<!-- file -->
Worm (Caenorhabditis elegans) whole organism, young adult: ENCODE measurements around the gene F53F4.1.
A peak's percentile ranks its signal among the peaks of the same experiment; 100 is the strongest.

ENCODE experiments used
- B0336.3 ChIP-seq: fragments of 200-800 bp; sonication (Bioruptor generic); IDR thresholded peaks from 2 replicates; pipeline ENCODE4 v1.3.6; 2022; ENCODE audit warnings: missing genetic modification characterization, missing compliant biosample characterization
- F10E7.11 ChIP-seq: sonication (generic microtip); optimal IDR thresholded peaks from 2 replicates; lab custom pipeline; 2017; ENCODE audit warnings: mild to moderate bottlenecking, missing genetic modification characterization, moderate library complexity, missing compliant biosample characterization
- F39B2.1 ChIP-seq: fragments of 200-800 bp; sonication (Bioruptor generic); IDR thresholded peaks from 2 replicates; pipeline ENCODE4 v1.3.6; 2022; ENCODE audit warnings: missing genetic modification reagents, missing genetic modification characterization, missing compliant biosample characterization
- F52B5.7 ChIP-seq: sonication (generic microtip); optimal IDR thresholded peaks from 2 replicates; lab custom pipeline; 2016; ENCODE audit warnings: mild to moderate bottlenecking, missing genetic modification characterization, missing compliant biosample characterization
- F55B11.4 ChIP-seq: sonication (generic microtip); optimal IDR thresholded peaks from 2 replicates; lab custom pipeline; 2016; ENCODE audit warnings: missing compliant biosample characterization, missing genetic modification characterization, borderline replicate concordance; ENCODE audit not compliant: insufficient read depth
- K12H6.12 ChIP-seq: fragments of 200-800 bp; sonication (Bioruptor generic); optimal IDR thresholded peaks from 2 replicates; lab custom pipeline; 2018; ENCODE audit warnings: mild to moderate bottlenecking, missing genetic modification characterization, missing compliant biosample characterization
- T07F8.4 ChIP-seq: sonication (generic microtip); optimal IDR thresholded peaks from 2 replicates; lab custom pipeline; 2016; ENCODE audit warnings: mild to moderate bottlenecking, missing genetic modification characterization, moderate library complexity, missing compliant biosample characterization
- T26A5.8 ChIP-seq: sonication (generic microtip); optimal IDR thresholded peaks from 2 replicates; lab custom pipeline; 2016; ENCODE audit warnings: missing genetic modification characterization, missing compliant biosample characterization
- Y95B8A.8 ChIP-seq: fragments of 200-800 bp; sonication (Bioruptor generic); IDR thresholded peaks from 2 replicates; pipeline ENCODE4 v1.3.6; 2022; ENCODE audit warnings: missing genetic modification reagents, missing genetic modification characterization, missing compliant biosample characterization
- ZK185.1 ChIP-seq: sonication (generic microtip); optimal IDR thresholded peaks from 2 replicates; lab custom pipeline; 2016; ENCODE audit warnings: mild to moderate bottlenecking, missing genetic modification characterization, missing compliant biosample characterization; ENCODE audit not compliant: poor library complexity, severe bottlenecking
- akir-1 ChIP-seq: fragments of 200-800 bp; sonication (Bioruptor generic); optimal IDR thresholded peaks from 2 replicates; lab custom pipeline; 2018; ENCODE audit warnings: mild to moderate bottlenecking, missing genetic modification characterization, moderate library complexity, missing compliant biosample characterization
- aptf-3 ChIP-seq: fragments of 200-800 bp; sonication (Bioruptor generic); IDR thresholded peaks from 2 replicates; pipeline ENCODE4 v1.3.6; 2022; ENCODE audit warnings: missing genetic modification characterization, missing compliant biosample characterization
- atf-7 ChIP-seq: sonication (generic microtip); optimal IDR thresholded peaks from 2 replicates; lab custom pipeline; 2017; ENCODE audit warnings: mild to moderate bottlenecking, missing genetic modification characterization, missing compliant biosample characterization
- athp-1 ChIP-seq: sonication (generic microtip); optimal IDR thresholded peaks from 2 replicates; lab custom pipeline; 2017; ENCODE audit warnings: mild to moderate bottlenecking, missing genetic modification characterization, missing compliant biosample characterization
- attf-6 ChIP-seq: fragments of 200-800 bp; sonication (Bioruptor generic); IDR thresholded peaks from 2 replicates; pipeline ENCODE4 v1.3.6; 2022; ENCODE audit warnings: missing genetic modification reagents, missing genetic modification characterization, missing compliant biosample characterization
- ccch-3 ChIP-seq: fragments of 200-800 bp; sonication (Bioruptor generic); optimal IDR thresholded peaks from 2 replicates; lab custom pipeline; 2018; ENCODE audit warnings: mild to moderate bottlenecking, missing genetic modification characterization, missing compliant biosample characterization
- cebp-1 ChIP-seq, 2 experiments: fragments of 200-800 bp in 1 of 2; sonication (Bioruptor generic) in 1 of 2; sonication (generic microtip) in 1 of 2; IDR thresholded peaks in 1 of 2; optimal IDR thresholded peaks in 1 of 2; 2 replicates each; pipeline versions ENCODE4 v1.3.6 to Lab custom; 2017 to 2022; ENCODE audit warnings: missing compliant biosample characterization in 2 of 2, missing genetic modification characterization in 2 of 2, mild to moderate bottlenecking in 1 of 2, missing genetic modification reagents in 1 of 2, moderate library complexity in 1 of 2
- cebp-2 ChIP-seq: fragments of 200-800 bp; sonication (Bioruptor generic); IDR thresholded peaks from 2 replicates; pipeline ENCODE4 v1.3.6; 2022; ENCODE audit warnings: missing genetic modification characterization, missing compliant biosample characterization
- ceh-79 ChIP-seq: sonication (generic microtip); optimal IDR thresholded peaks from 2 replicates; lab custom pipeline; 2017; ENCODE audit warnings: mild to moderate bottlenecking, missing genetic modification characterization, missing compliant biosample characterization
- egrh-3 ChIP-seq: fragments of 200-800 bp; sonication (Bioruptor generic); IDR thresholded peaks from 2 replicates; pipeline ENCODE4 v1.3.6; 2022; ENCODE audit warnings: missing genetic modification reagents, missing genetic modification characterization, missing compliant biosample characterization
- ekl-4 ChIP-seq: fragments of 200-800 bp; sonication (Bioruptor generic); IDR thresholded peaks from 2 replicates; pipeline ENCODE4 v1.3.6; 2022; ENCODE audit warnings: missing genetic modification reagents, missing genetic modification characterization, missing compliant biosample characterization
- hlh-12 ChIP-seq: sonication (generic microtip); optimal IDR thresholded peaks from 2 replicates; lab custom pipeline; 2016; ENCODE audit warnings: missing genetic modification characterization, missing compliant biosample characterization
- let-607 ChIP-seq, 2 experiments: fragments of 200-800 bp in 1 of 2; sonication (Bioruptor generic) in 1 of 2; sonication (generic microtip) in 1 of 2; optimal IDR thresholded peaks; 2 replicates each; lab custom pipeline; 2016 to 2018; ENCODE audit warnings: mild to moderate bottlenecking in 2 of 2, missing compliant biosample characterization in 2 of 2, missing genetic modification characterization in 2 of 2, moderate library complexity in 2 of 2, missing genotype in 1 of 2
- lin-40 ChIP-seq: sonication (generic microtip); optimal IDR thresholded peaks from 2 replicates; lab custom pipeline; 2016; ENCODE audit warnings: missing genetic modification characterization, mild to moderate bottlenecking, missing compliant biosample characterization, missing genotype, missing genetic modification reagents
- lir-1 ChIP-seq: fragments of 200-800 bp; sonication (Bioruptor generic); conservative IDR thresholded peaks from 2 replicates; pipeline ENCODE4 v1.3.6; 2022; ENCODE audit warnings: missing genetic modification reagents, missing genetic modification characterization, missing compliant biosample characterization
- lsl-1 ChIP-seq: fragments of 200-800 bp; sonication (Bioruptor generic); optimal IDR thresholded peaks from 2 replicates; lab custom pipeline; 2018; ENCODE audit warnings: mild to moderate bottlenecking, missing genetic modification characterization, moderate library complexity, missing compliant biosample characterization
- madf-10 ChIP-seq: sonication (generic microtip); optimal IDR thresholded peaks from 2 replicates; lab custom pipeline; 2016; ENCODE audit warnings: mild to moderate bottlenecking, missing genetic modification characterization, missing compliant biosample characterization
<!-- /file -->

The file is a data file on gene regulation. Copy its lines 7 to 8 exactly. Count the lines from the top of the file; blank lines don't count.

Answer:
- F52B5.7 ChIP-seq: sonication (generic microtip); optimal IDR thresholded peaks from 2 replicates; lab custom pipeline; 2016; ENCODE audit warnings: mild to moderate bottlenecking, missing genetic modification characterization, missing compliant biosample characterization
- F55B11.4 ChIP-seq: sonication (generic microtip); optimal IDR thresholded peaks from 2 replicates; lab custom pipeline; 2016; ENCODE audit warnings: missing compliant biosample characterization, missing genetic modification characterization, borderline replicate concordance; ENCODE audit not compliant: insufficient read depth